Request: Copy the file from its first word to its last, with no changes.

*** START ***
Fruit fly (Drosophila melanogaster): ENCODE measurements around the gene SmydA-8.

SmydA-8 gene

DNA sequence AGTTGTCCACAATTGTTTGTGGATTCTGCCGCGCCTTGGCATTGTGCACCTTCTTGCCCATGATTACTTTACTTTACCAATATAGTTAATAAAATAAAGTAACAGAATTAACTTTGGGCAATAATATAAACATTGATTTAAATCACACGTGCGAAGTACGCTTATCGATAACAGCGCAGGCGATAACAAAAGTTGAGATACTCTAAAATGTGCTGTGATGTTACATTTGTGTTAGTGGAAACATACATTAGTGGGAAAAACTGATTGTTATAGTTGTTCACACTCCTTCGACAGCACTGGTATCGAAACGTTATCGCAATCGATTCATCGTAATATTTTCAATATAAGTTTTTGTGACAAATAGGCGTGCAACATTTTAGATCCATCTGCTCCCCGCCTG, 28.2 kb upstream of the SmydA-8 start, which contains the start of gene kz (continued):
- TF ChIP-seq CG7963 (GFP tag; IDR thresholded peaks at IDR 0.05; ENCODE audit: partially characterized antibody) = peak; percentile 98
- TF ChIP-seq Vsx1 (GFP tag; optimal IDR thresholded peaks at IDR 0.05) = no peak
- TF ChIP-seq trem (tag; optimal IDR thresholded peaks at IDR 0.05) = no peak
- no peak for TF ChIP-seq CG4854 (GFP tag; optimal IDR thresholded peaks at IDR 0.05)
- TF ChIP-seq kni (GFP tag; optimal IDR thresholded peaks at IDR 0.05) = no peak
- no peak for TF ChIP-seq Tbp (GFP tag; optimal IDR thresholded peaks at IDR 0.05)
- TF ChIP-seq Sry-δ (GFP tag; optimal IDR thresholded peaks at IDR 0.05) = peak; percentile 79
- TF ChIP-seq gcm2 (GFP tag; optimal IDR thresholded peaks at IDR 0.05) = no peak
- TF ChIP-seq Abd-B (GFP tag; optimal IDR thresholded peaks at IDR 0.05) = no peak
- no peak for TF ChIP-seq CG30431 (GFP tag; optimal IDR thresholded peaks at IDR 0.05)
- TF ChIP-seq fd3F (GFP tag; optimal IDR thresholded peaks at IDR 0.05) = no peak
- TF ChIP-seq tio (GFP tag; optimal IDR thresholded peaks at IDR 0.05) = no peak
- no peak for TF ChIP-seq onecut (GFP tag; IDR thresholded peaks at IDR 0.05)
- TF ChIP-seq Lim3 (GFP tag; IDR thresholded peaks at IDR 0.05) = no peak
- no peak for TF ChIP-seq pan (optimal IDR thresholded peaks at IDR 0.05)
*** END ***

Fruit fly (Drosophila melanogaster): ENCODE measurements around the gene SmydA-8.

SmydA-8 gene

DNA sequence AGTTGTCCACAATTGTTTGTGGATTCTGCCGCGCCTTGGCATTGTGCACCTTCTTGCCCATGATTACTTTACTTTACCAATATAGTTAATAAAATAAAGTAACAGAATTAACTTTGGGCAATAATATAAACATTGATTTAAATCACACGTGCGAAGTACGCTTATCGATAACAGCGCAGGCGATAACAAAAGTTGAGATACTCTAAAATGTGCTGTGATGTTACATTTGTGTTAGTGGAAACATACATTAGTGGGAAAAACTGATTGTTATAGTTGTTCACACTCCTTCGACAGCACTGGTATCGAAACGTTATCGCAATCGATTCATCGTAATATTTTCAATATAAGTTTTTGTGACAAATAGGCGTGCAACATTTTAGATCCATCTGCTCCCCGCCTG, 28.2 kb upstream of the SmydA-8 start, which contains the start of gene kz (continued):
- TF ChIP-seq CG7963 (GFP tag; IDR thresholded peaks at IDR 0.05; ENCODE audit: partially characterized antibody) = peak; percentile 98
- TF ChIP-seq Vsx1 (GFP tag; optimal IDR thresholded peaks at IDR 0.05) = no peak
- TF ChIP-seq trem (tag; optimal IDR thresholded peaks at IDR 0.05) = no peak
- no peak for TF ChIP-seq CG4854 (GFP tag; optimal IDR thresholded peaks at IDR 0.05)
- TF ChIP-seq kni (GFP tag; optimal IDR thresholded peaks at IDR 0.05) = no peak
- no peak for TF ChIP-seq Tbp (GFP tag; optimal IDR thresholded peaks at IDR 0.05)
- TF ChIP-seq Sry-δ (GFP tag; optimal IDR thresholded peaks at IDR 0.05) = peak; percentile 79
- TF ChIP-seq gcm2 (GFP tag; optimal IDR thresholded peaks at IDR 0.05) = no peak
- TF ChIP-seq Abd-B (GFP tag; optimal IDR thresholded peaks at IDR 0.05) = no peak
- no peak for TF ChIP-seq CG30431 (GFP tag; optimal IDR thresholded peaks at IDR 0.05)
- TF ChIP-seq fd3F (GFP tag; optimal IDR thresholded peaks at IDR 0.05) = no peak
- TF ChIP-seq tio (GFP tag; optimal IDR thresholded peaks at IDR 0.05) = no peak
- no peak for TF ChIP-seq onecut (GFP tag; IDR thresholded peaks at IDR 0.05)
- TF ChIP-seq Lim3 (GFP tag; IDR thresholded peaks at IDR 0.05) = no peak
- no peak for TF ChIP-seq pan (optimal IDR thresholded peaks at IDR 0.05)